Reggae helps heal mental wounds of torture for migrants in Italy
ROME – In a tiny makeshift rehearsal studio in a residential neighborhood of Rome, Nigerian asylum seeker Sylvester Ezeala let slip a smile as he drummed a pair of claves to the mesmeric beat of African reggae.
“I love music. Music is life. It makes you relax and calms your nerves,” said Ezeala, 28, who credits music for obliterating the feelings of loneliness and loss that had brought him to the verge of suicide just a few months earlier.
Ezeala is a member of a band set up by medical charity Doctors for Human Rights (MEDU) to help migrants who experienced torture and extreme violence before fleeing to a new life.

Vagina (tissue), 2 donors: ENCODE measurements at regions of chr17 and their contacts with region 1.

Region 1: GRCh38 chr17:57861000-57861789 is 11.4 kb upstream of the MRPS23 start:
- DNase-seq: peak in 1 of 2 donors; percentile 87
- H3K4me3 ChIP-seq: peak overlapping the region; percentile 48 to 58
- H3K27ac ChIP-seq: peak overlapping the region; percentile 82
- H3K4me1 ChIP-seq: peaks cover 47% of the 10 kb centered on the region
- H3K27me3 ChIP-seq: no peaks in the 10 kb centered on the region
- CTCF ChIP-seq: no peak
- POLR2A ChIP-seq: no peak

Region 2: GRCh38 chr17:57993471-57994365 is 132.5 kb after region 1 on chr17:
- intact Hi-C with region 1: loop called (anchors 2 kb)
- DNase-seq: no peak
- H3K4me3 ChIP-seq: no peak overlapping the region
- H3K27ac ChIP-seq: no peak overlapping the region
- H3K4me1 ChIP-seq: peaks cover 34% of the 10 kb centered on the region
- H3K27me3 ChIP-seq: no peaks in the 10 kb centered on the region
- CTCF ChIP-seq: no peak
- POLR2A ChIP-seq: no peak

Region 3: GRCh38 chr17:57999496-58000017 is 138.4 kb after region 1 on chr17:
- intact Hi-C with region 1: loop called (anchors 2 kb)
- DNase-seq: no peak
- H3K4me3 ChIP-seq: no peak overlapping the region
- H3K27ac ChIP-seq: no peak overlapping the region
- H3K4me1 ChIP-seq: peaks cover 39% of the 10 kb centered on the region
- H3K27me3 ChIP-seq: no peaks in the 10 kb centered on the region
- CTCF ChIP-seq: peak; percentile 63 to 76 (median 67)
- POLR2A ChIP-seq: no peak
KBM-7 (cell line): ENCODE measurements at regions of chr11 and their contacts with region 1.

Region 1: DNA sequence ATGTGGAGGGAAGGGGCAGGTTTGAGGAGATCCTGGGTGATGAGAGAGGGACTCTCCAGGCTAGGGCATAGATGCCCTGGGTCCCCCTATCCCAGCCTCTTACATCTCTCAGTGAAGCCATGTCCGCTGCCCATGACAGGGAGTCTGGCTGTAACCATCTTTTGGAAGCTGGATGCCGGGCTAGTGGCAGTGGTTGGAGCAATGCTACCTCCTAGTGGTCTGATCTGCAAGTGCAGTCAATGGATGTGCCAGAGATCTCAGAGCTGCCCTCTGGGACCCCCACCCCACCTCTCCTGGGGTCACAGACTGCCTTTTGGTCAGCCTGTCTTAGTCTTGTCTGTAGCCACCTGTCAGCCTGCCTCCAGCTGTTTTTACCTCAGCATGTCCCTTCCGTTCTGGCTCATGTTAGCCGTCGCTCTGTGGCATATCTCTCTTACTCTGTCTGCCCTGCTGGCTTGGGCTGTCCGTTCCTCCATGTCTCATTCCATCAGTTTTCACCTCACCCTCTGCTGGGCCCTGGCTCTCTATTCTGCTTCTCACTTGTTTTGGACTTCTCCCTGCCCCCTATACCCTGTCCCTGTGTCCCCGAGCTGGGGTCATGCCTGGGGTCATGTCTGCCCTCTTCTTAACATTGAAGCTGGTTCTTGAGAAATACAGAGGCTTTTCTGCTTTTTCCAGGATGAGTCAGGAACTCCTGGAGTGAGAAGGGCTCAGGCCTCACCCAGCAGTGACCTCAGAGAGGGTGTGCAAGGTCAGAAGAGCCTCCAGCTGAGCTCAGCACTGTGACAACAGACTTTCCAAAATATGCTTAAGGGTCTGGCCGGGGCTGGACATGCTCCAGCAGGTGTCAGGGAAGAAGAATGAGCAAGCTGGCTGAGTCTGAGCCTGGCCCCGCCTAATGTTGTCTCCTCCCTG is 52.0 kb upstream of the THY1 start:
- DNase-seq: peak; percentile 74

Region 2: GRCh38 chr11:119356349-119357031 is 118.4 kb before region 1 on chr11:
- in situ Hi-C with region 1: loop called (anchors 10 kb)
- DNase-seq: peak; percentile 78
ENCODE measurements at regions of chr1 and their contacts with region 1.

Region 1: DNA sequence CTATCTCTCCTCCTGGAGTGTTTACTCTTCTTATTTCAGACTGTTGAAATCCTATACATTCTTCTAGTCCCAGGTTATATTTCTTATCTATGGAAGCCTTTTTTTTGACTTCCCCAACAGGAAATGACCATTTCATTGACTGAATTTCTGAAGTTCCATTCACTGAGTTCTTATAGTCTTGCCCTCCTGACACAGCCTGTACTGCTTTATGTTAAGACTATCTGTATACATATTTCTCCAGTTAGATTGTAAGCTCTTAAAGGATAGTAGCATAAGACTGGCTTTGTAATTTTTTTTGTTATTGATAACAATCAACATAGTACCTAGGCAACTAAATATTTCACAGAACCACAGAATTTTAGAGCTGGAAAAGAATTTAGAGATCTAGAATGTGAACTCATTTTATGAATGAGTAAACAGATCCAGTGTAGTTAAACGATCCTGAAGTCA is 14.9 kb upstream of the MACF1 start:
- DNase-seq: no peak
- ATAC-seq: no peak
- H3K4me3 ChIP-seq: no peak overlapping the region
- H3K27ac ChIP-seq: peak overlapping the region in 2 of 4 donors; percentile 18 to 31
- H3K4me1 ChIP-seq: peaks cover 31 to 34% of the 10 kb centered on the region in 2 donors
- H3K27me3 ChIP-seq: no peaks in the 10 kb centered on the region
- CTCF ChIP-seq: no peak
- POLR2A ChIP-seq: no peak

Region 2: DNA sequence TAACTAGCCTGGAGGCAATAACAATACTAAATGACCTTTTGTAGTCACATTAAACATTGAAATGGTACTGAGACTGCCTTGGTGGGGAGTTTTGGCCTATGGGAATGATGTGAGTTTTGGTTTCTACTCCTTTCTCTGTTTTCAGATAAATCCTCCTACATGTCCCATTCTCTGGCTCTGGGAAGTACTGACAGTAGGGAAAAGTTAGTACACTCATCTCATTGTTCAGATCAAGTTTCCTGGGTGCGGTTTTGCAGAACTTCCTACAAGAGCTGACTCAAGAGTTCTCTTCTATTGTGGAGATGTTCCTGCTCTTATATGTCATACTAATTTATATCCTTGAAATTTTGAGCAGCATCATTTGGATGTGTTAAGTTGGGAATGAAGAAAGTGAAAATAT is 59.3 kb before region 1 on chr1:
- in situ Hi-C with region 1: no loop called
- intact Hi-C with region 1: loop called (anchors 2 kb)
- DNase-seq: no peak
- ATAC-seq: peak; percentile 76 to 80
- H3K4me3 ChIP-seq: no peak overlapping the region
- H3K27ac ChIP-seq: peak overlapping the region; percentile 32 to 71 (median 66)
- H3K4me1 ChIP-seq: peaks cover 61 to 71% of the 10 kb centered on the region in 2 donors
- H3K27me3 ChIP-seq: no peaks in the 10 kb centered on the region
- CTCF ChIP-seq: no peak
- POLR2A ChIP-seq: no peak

For an increasing number of migrants arriving in Italy bear mental as well as physical scars due to abuse experienced in their country of origin or on their way to Europe, mainly in Libya, according to the Rome-based non-government organization.
MEDU coordinator Alberto Barbieri said most suffer from depression and post-traumatic stress disorder, which can cause nightmares, flashbacks, insomnia, guilt and isolation.
“All together these symptoms seriously impair people’s social, work, affective and interpersonal life and … increase isolation,” said Barbieri.